One of the major factors contributing to this trend is firm concentration. In recent decades, many sectors have shown a trend toward consolidation and greater concentration in the market, making large firms even larger and more successful through economies of scale, network effects, and other incumbent advantages.

Economic downturns also tend to slow startup formation, and the Great Recession’s effects on new business creation have proven to be especially stifling over the last decade. Unlike in past recessions, when a dip in startup activity has been followed by a period of growth, the overall startup formation rate fell in the wake of the Great Recession and has more or less remained flat at around 8 percent since. With less economic security due to a long, uncertain recovery, many potential entrepreneurs chose to minimize their risk and forgo new business opportunities. This is especially true of many would-be founders now in their late 20s and 30s, who graduated in a poor job market with large debt burdens.

This past year, the COVID-19 pandemic has brought even more economic hardship, and the unique circumstances of this downturn have created an even more complicated picture. In addition to the typical barriers to entrepreneurship that a recession creates, different industries face divergent fortunes in the era of shutdowns and social distancing. Certain sectors have become even more entrenched in daily life, creating new opportunities for growth in areas like e-commerce, video conferencing, online education, and collaboration tools. On the other hand, COVID-19 is likely to further suppress startup activity in many sectors like accommodation, food services, and retail. In recent years, these fields have experienced stagnant or declining startup formation rates. Today, the prospect of entering these industries will become even more daunting with consumer concerns about health and safety stifling demand and increasing overhead costs.

New startup formation is distributed unevenly across geographies as well as industries. Most of the states seeing the highest rates of new business creation are based in the western and southern U.S., led by Nevada (10.39 percent) and Florida (10.16 percent). Many of these states offer some combination of business-friendly policies, low individual and corporate tax rates, relatively low costs to operate, good educational institutions, and population growth that provides both a customer base and a market for labor.

Unsurprisingly, at the metro level, most of the leading hubs for startup formation are found in the states with the highest levels of startup activity. Many locations in the West and South continue to see strong rates of new business creation and associated job growth. To find out which metros are leading the way, researchers at Roofstock calculated the trailing five-year average startup formation—defined as the number of new firms in a given year divided by the total number of firms. The research team also analyzed the impact of startup activity on job growth.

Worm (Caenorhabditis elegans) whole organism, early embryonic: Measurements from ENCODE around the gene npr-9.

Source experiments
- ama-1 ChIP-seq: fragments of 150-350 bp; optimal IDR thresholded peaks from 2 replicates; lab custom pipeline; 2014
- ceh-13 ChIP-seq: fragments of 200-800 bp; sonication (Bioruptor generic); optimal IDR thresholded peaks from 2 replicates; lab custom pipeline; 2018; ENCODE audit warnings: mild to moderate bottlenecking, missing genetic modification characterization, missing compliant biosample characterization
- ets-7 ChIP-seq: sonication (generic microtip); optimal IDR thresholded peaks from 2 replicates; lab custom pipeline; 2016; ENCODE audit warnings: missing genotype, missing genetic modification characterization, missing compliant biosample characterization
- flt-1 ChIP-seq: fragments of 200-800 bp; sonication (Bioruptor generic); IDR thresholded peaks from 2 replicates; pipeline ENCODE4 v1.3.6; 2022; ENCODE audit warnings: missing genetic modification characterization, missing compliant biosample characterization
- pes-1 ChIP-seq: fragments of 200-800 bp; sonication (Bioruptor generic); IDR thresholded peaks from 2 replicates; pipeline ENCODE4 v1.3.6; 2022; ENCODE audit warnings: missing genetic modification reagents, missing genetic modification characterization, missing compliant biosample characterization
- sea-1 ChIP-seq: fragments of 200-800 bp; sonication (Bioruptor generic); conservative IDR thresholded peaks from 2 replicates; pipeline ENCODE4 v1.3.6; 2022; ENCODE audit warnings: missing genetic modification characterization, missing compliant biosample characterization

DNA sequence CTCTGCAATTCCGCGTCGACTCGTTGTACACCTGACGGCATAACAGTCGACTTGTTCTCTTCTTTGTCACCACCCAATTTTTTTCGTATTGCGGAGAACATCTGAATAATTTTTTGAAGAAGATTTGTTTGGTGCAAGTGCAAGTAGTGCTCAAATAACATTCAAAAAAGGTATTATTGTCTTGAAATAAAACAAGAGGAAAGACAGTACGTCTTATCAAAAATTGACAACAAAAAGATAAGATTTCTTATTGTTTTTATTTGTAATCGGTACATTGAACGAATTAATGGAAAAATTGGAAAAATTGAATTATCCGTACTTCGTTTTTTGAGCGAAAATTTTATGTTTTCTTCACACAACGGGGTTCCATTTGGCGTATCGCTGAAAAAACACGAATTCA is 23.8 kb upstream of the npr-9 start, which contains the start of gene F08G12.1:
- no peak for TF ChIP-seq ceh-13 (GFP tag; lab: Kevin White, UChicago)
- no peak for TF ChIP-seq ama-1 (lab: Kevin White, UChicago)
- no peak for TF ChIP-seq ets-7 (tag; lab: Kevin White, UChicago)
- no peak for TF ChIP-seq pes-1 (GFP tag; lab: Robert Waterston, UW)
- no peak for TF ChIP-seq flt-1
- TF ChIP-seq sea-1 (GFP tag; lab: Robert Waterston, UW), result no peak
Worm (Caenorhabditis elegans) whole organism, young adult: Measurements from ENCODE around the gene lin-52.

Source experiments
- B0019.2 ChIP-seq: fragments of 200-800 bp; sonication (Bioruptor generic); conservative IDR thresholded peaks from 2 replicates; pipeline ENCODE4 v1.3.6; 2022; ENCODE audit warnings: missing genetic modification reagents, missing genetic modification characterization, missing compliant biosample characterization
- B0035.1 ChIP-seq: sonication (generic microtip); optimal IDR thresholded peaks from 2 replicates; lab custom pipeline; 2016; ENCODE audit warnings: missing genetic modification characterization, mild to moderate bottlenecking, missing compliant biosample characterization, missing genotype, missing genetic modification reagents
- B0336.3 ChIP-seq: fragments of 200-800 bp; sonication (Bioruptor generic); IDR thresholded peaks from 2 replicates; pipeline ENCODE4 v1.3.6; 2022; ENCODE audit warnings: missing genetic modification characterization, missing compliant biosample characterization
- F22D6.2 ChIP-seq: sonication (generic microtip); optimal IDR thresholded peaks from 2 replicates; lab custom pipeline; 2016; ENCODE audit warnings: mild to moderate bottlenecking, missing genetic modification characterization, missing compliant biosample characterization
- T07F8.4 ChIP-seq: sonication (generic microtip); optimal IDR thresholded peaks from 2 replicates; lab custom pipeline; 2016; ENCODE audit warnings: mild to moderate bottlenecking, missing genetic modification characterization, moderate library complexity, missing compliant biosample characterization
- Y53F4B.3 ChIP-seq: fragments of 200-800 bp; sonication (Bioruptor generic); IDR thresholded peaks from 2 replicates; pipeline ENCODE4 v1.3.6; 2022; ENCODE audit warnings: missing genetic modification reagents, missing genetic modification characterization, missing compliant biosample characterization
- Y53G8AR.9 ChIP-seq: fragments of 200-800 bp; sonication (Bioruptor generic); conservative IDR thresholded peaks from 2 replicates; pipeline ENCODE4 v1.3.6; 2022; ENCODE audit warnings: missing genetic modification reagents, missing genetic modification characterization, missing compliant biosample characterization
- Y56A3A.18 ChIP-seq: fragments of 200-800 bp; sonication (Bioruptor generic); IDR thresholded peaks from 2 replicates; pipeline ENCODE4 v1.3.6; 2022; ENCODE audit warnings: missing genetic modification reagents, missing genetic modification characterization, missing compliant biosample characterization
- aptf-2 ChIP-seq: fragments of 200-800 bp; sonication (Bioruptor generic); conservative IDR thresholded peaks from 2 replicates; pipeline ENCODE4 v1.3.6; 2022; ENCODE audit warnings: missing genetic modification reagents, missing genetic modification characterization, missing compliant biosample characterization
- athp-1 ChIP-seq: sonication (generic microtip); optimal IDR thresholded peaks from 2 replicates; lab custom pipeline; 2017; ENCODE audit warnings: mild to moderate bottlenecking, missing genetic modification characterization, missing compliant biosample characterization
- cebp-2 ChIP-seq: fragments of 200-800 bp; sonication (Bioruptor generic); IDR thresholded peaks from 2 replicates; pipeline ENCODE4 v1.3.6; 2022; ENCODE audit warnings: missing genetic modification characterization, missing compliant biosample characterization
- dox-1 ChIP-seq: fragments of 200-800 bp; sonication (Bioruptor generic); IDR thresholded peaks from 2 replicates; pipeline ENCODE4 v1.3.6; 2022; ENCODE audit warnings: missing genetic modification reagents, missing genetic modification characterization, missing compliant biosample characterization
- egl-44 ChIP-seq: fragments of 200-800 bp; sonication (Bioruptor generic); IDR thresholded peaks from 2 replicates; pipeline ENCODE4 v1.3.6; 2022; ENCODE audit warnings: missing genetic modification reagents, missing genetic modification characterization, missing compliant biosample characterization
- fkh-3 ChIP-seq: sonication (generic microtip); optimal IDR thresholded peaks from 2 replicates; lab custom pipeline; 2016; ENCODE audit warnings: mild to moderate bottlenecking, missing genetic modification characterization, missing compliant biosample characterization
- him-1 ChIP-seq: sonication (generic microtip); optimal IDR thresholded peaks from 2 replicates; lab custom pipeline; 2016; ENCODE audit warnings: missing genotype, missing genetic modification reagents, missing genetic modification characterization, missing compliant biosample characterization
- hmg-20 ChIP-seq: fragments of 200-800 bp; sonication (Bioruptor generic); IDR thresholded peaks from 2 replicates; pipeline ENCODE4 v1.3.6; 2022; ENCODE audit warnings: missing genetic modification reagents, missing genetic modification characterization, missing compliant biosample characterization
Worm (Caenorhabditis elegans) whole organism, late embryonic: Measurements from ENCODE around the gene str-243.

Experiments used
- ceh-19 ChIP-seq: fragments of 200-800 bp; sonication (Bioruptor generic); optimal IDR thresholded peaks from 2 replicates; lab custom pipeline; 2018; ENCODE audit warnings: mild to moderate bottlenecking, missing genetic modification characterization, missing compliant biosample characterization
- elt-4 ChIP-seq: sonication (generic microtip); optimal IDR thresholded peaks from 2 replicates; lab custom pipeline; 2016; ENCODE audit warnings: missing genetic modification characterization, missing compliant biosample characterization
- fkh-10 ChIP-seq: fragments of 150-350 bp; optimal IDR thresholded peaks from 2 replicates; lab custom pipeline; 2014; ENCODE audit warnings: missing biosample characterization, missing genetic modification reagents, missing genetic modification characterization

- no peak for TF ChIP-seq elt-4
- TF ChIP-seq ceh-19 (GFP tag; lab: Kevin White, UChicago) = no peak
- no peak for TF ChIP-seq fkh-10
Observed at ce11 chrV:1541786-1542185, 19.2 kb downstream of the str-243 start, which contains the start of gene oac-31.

Here are the large metropolitan areas with the most startup business activity.



Startup formation rate

Annual startup formations

Annual new jobs created by startups

Jobs created by startups as a percentage of all new jobs

Las Vegas-Henderson-Paradise, NV     1      11.44%     3,467     21,074 17.82%
Orlando-Kissimmee-Sanford, FL     2      10.95%     4,861     25,533 16.68%
Austin-Round Rock-Georgetown, TX     3      10.61%     3,858     21,357 16.49%
Miami-Fort Lauderdale-Pompano Beach, FL     4      10.46%     14,894     69,769 18.57%
Dallas-Fort Worth-Arlington, TX     5      9.82%     10,731     69,696 15.11%
Denver-Aurora-Lakewood, CO     6      9.64%     5,590     28,485 14.69%
Phoenix-Mesa-Chandler, AZ     7      9.63%     6,108     37,785 14.02%
Atlanta-Sandy Springs-Alpharetta, GA     8      9.52%     9,140     48,582 14.14%
Jacksonville, FL     9      9.50%     2,474     11,796 14.41%
Houston-The Woodlands-Sugar Land, TX     10      9.48%     9,214     55,475 14.44%
Los Angeles-Long Beach-Anaheim, CA     11      9.47%     24,718     144,716 18.05%
Tampa-St. Petersburg-Clearwater, FL     12      9.47%     5,174     25,792 12.31%
Riverside-San Bernardino-Ontario, CA     13      9.40%     4,867     28,137 16.10%
San Diego-Chula Vista-Carlsbad, CA     14      9.28%     5,599     27,338 15.13%
St. Louis, MO-IL     15      9.09%     4,715     19,078 12.22%
United States     –      8.13%     423,148     2,285,251 14.12%


For more information, a detailed methodology, and complete results, you can find the original report on Roofstock’s website: